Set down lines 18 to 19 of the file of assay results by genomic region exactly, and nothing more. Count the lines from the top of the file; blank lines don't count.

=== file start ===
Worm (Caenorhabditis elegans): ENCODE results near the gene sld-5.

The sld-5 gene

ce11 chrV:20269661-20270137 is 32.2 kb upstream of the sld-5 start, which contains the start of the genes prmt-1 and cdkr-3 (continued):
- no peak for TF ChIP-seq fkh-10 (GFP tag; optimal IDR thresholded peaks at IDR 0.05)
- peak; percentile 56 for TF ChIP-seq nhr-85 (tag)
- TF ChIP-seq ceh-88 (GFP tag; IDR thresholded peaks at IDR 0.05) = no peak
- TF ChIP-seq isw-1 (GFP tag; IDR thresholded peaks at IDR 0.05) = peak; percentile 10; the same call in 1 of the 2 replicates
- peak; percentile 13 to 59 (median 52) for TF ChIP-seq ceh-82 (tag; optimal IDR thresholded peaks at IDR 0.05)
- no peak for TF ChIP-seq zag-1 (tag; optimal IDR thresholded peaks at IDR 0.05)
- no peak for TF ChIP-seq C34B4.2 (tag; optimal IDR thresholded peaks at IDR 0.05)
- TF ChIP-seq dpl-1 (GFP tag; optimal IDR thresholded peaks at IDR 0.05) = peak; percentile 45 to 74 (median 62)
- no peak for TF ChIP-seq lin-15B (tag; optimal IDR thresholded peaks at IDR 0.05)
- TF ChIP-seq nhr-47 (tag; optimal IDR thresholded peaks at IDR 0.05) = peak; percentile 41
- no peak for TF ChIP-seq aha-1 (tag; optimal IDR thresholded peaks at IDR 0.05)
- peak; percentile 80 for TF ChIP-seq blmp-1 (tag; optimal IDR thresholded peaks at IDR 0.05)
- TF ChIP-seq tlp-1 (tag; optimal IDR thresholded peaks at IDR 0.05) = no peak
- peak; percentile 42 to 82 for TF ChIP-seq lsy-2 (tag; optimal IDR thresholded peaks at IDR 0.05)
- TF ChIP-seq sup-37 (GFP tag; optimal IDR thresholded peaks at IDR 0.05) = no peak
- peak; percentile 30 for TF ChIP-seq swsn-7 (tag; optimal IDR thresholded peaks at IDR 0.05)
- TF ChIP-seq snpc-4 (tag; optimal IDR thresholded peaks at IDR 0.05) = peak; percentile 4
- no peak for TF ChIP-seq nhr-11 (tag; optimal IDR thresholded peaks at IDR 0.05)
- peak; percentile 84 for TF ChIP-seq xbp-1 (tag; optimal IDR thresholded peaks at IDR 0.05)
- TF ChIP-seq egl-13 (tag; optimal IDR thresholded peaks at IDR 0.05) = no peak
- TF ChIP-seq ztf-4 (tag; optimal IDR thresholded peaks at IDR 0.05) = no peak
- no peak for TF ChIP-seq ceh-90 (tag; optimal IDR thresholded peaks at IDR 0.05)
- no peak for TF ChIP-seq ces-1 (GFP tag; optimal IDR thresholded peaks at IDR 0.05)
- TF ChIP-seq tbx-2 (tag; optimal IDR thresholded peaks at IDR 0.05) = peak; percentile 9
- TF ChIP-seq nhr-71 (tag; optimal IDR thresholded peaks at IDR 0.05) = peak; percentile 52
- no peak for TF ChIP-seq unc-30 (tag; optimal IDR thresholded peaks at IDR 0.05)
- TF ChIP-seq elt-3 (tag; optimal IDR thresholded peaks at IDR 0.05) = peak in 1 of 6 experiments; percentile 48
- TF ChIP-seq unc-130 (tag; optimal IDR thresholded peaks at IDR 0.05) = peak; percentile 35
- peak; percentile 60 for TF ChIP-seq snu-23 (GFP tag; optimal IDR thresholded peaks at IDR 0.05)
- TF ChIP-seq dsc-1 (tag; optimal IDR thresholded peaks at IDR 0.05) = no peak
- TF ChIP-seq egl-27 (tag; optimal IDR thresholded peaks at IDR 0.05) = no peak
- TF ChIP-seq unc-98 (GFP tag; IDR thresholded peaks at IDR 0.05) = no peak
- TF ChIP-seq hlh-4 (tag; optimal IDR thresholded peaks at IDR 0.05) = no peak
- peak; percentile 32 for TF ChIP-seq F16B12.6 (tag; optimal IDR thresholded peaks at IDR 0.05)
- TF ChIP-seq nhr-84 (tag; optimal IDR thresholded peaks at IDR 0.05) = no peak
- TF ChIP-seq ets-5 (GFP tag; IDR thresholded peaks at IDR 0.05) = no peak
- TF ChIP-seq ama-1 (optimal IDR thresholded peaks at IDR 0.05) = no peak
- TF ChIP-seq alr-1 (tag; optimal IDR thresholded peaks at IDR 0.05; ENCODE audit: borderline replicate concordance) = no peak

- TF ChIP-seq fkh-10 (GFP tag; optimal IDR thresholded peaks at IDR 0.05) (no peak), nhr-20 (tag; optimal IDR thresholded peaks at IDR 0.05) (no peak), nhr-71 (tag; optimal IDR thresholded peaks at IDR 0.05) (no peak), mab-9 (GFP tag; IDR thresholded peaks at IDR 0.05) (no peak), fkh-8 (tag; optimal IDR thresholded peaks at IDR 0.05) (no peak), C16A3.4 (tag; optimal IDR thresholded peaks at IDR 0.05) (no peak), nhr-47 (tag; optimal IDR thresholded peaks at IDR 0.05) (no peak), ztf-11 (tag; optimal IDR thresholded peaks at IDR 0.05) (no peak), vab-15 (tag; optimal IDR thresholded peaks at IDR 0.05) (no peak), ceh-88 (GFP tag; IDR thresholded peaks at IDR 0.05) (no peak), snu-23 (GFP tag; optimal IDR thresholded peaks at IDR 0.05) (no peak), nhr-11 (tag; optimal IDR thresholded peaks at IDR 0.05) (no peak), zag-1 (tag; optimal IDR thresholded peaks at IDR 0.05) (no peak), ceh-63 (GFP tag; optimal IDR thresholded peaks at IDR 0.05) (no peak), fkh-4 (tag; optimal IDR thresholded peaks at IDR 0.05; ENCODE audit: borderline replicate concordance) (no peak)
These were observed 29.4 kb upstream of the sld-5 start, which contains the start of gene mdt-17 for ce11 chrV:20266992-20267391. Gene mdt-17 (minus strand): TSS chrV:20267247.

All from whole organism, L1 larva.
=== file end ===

- TF ChIP-seq sup-37 (GFP tag; optimal IDR thresholded peaks at IDR 0.05) = no peak
- peak; percentile 30 for TF ChIP-seq swsn-7 (tag; optimal IDR thresholded peaks at IDR 0.05)